We love your letter and we wish your photograph wasn’t so blurry.  Perhaps your boss will pay for a photography class (shameless self promotion since we teach photography) and then you will better be able to document the wonders of the natural world at the Botanical Gardens.  Please bear with us as we might get a little bit preachy here since we finally connected with the world yesterday and saw Avatar in 3D.  The film profoundly affected us and we thank James Cameron for spreading the word about the need for preservation, the horrors of greed and war and violence, the fragility of our world, the interconnectivity of all things, and the elusiveness of unobtainium.  With that said we will now try to answer your question.  In a most general sense, this is a Spider Wasp in the family Pompilidae, though it will take us some time to try to identify the exact species.  We do not get many letters from Argentina, and we are not sure if there are comprehensive websites devoted to Argentine insects.  The filmic experience of Avatar has made us sensitive, so we might sound harsh when we ask “Did the Spider Wasp try to sting you and drag you back to its burrow to feed its young?”   We suspect your answer will be no, so you have nothing to fear.  The Spider Wasp only wants to provide for her progeny, and she has no desire to sting people.  However, if she is molested, she may sting to defend herself.  Spider Wasps are often very specific about the species of spiders they prey upon.  Adult Spider Wasps feed upon nectar, which is another reason the botanical gardens are an attractive habitat for them.  Based on the coloration and pattern, we suspect your wasp might be in the genus Tachypompilus, which BugGuide indicates is transcontinental for North America.  BugGuide also indicates they prey upon Lycosids, Wolf Spiders, which is consistent with the furry spider description of your letter, though we could never hope to get an identification of the spider from your photo.  Tachypompilus banksi might be the wasp in your photo, and we found a lovely photo posted online on the Insectarium Virtual website.  The site has this information:  “From the observations made known to hunt big spiders Lycosidae, Pisauridae and Sparassidae. The spider is captured by the jaws and dragged by the female. The construction of the nest sites are quite varied: cracks in rocks, hollow logs, cracks in walls or under stones. The nests are accumulations of powdery earth where the female buries the spider digging depressions of about 2 cm deep and only inches apart from one another (multicellular nest, according to Genise). The wasp builds the cell after the spider hunt.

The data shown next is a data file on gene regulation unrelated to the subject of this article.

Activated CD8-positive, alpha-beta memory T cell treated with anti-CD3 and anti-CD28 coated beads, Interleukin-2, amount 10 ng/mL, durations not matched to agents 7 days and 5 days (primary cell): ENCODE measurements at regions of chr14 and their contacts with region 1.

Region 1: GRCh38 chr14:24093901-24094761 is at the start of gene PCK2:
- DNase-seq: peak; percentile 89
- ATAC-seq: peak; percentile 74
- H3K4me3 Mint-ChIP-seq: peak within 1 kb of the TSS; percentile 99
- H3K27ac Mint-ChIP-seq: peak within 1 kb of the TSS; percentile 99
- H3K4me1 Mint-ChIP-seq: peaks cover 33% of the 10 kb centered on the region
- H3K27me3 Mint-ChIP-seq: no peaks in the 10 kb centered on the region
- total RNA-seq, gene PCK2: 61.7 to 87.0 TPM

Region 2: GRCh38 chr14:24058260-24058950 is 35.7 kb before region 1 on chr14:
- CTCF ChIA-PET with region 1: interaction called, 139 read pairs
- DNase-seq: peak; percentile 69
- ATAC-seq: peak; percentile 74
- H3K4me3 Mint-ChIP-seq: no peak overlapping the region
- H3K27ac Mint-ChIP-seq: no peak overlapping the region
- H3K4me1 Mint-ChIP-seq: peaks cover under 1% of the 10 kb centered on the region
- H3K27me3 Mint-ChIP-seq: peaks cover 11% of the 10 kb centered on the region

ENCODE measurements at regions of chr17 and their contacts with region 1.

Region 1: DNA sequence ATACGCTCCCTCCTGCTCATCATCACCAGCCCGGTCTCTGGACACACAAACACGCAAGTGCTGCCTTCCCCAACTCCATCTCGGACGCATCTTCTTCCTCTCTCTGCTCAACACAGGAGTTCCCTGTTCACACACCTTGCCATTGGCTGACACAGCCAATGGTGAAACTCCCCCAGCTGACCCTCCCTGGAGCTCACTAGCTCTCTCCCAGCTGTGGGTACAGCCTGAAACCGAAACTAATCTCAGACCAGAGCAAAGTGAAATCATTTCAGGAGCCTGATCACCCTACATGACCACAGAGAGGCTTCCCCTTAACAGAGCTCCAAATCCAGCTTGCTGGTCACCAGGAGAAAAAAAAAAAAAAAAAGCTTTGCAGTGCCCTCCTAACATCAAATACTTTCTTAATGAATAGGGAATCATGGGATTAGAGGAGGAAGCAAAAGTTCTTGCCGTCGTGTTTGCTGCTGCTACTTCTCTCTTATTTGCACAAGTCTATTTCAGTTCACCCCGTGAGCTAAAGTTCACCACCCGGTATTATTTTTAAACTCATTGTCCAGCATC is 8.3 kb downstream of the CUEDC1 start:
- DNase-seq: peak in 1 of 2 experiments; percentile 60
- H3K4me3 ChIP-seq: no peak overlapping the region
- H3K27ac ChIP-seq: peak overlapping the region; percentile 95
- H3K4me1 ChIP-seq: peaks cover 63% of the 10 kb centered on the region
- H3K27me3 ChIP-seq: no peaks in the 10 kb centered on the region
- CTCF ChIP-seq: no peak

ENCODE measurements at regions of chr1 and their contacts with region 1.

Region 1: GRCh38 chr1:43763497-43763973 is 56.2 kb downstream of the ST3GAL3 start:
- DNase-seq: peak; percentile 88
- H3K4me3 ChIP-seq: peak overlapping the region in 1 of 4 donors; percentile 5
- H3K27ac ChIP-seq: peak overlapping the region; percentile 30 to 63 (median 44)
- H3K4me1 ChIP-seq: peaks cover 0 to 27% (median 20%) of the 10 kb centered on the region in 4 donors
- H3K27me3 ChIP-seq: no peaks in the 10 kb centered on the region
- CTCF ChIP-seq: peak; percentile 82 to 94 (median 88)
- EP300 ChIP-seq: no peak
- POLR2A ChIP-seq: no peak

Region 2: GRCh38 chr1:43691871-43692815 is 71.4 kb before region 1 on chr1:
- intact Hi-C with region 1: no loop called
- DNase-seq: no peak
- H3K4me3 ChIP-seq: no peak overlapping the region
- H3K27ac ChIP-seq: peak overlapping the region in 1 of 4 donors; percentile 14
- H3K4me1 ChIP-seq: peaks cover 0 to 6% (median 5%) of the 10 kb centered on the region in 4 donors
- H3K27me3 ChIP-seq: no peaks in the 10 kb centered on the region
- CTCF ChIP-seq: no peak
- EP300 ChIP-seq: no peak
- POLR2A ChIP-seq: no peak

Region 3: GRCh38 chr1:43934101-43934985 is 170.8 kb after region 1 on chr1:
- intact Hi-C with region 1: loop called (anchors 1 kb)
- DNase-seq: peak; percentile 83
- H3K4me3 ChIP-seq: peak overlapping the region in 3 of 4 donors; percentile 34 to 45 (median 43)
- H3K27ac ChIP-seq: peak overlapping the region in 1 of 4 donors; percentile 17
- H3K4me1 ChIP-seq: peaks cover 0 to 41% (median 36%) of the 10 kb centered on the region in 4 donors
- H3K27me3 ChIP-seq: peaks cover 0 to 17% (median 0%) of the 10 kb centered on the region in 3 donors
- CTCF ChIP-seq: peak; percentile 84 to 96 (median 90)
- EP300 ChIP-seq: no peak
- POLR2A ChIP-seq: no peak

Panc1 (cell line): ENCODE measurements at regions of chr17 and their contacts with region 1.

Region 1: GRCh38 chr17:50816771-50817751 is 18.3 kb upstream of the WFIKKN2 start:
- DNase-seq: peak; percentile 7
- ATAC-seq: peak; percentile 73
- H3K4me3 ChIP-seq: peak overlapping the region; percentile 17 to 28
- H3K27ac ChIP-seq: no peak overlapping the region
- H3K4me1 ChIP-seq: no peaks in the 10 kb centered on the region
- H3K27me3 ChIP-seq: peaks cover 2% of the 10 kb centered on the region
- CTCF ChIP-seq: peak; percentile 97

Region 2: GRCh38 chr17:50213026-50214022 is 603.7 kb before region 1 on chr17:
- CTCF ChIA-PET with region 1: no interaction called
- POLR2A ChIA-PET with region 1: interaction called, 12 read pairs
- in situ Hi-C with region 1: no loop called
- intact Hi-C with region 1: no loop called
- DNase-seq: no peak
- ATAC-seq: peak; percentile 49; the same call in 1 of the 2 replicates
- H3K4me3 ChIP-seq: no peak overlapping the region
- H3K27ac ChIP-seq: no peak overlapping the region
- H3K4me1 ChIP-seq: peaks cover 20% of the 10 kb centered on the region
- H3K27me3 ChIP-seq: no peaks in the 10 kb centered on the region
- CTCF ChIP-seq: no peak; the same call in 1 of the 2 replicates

”  Google provides a translation from Spanish.  We are also intrigued with your volunteer job with abandoned cats in the Botanical Gardens.  We can’t help but wonder if the cats are encouraged to hunt rats or if your work involves relocating them.

Thank you for the prompt reply! I apologize for the quality of the picture- I was feeding some cats, leaning over to put down a bowl of Cat Chow, when I turned around and there they were, inches from me face! I dropped the bowl (you can see kibble on the floor in the pic) and ran for it since I am extremely allergic to insect bites and these insects were hands down the biggest I’ve ever seen while volunteering in the Botanical Garden. I borrowed a phone with a camera from a passing tourist, and took the photos as far away as I possibly could, while still shaking a bit. That is why the photo is of such poor quality. I have to say the wasp was minding its own business and never noticed me at all. It was having some trouble dragging the spider up the side of a wall, the spider kept slipping off and falling.
The Botanical Gardens in Buenos Aires, Argentina, were designed and donated by famous Argentine architect Carlos Thays back in the 1800s. Here is the Wikipedia article on it: http://en.wikipedia.org/wiki/Buenos_Aires_Botanical_Garden Sadly, the article is full of innacuracies. Security in the Garden is minimal, so cats are abandoned there on a daily basis. The Park doesn’t contribute any funds towards the care of the cats, which were as many as 300 when the volunteers started their work there. We have managed, through intensive adoption campaigns and castration operatives, to keep the number down to about 100 cats, in spite of the new cats abandoned there every day. The Pasteur Institute does not contribute to their care at all. The Park also suffers from lack of government funding, so maintenance of the grounds and buildings is minimal.
Which brings me back to my original question. I want to avoid disturbing this kind of wasp when I go to the Park to feed the cats, provide basic veterinary for them, and neuter and arrange adoptions. How do I avoid its habitat completely? I know I should avoid cracks in rocks, hollow logs, cracks in walls or under stones. Is there anything else I should know about avoiding this wasp completely? And what about Wolf Spiders? If the wasp had caught one, it means that they live in the Park too. How do I avoid running into them?